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Antigen Specificity


Antigen Specificity
Discrimination between different antigens
The establishment of immunity to one microorganism does not confer protection against another unrelated microorganism. After an attack of measles we are immune to further infection but are susceptible to other agents such as the chickenpox or mumps viruses if these have not been encountered. Acquired immunity shows specificity and the immune system can differentiate specifically between the two organisms. A more formal experimental demonstration of this discriminatory power was seen in Figure 2.13, where priming with tetanus toxoid evoked memory for that antigen but not for influenza hemagglutinin and vice versa.

The basis for this lies of course in the ability of the recognition sites of the antigen‐receptor molecules to distinguish between antigens; antibodies that react with the toxoid do not bind to influenza and, mutatis mutandis as they say, anti‐influenza does not recognize the toxoid. Similarly, T‐cell receptors are specific for a given peptide (plus MHC) sequence derived from the antigen.

Memory for a primary response can be transferred by small lymphocytes. Recipients are treated with a dose of X‐rays that directly kill lymphocytes (highly sensitive to radiation) but only affect other body cells when they divide; the recipient thus permits the function of the donor cells to be followed. The reasons for the design of the experiment are given in the text.

Discrimination between self and nonself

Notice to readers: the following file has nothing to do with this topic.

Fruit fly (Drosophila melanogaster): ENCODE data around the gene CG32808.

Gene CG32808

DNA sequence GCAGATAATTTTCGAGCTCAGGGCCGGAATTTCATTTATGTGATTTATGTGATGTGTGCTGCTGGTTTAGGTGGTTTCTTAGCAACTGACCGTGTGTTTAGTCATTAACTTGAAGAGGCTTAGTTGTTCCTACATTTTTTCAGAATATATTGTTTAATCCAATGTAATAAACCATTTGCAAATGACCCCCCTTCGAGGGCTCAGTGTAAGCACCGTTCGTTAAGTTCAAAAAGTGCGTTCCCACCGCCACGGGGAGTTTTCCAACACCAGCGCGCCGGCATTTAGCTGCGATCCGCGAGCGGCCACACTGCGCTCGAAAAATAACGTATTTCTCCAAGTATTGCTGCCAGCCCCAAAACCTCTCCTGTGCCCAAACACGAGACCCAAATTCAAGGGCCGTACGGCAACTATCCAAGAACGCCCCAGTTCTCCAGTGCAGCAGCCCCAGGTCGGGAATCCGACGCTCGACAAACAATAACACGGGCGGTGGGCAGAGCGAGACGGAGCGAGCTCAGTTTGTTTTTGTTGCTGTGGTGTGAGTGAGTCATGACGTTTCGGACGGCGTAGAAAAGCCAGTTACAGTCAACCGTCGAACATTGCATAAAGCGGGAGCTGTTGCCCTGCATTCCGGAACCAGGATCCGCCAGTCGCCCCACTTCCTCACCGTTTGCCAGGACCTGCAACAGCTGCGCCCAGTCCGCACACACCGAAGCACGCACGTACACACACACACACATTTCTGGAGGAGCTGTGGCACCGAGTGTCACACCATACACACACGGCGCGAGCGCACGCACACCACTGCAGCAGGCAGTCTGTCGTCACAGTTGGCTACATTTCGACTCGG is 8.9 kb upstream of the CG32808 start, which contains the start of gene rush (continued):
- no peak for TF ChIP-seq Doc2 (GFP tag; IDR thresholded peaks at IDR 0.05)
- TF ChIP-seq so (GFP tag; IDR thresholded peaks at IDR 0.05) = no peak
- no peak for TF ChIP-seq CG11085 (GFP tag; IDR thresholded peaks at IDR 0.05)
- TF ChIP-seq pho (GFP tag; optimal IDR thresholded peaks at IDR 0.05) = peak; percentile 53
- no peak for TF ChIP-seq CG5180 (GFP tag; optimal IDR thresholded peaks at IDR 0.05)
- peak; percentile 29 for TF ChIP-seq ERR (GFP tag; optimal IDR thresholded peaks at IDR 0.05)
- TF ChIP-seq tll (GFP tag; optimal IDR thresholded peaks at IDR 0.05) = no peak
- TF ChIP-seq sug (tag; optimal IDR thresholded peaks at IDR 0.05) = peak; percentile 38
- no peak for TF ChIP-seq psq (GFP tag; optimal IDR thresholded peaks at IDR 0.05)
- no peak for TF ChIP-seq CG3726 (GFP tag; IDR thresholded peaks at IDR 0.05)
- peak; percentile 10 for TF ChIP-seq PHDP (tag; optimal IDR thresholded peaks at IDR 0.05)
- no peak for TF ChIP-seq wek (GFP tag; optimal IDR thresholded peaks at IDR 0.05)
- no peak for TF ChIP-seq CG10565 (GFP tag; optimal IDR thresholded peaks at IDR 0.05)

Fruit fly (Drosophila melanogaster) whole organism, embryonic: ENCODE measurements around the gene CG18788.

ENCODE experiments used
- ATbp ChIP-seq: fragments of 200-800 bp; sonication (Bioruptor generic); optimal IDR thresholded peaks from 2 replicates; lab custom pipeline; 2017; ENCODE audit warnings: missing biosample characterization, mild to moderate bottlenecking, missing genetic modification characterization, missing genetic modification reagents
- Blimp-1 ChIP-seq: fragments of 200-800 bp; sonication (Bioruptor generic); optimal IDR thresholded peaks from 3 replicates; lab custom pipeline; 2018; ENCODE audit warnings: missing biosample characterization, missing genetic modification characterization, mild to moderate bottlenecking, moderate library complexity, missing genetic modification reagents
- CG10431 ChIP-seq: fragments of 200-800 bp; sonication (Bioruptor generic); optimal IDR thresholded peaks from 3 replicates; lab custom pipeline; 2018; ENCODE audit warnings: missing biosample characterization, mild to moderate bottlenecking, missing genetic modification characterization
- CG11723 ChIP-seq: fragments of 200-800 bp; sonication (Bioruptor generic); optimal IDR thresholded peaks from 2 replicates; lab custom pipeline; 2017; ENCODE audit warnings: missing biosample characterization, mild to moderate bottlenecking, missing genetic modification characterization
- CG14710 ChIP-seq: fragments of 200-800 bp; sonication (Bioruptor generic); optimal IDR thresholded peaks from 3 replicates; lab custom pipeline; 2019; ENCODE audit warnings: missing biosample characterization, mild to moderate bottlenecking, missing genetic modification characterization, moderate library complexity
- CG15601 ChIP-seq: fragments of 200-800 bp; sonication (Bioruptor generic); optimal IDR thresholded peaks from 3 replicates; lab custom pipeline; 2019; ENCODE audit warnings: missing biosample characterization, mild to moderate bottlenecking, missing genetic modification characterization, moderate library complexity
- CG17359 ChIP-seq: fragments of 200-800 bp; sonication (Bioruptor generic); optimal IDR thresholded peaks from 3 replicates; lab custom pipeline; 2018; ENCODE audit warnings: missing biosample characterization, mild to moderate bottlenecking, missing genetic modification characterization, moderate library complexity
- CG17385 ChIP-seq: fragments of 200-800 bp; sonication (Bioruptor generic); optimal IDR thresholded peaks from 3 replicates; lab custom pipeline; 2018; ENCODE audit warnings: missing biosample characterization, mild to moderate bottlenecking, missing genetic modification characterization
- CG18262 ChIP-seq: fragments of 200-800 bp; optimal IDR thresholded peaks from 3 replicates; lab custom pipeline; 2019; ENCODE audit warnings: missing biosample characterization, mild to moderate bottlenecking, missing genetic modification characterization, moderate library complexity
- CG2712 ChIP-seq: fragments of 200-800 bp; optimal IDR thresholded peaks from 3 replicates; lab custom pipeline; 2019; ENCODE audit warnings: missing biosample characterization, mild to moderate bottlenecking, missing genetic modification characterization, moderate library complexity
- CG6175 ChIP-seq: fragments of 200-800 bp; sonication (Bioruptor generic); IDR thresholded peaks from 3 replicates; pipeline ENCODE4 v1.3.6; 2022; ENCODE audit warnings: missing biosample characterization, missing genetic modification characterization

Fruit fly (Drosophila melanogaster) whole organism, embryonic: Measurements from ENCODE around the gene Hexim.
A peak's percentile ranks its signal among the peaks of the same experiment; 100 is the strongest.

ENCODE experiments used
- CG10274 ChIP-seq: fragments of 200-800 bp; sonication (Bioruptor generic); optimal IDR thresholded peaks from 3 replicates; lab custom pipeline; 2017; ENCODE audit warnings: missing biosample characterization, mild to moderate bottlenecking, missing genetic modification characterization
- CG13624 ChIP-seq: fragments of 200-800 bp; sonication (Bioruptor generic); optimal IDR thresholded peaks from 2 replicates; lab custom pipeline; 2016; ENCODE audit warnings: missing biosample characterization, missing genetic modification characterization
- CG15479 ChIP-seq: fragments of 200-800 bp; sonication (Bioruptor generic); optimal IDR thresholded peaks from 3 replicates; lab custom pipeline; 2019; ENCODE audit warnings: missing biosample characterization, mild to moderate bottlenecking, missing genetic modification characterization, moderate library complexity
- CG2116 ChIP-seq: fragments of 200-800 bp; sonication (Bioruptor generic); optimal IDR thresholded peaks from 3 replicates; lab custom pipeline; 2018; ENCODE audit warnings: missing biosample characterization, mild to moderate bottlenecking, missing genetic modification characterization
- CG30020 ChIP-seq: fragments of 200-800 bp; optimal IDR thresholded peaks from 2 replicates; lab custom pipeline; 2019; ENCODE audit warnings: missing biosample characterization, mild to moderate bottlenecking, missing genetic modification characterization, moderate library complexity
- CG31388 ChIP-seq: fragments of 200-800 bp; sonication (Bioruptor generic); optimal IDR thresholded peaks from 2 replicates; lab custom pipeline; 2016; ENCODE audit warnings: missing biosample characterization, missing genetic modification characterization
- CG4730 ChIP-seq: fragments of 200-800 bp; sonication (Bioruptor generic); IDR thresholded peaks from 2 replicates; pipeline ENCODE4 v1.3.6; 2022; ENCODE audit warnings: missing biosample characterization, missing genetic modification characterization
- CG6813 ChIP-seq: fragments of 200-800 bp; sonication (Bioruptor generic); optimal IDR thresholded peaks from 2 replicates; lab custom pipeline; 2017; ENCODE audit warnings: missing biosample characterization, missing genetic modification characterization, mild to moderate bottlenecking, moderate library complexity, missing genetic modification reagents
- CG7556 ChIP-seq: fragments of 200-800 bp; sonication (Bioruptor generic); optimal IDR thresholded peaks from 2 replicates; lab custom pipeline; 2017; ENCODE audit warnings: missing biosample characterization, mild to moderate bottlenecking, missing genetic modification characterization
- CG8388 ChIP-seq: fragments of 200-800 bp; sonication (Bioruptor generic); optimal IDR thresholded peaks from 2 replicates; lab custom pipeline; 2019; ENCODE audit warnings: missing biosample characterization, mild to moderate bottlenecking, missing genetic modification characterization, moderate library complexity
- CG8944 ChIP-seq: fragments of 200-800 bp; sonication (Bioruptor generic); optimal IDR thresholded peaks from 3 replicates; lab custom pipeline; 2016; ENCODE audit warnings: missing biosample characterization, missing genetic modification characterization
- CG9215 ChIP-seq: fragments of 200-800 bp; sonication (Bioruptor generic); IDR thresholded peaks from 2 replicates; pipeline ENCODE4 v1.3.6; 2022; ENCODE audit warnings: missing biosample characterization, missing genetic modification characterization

This ability to recognize one antigen and distinguish it from another goes even further. The individual must also recognize what is foreign (i.e., what is “nonself”). The failure to discriminate between self and nonself could lead to the synthesis of antibodies (autoantibodies) directed against components of the subject’s own body, which might prove highly damaging. On purely theoretical grounds it seemed to Frank Macfarlane Burnet and Frank Fenner that the body must develop some mechanism whereby “self ” and “nonself” could be distinguished, and they postulated that those circulating body components that were able to reach the developing lymphoid system in the perinatal period could in some way be “learnt” as “self.” A permanent unresponsiveness or tolerance would then be created so that as immunological maturity was reached there would normally be an inability to respond to “self ” components. Burnet argued that if, following clonal selection, each set of lymphocytes were making their own individual specific antibody, those cells programmed to express antibodies reacting with circulating self components could be rendered unresponsive without affecting other lymphocytes specific for foreign antigens. In other words, self‐reacting lymphocytes could be selectively suppressed or tolerized without undermining the ability of the host to respond immunologically to infectious agents. As we shall see in Chapter 10, these predictions have been amply verified, although we will learn that, as new lymphocytes differentiate throughout life, they will all go through this self‐tolerizing screening process. However, self tolerance is not absolute and normally innocuous but potentially harmful anti‐self lymphocytes exist in all of us.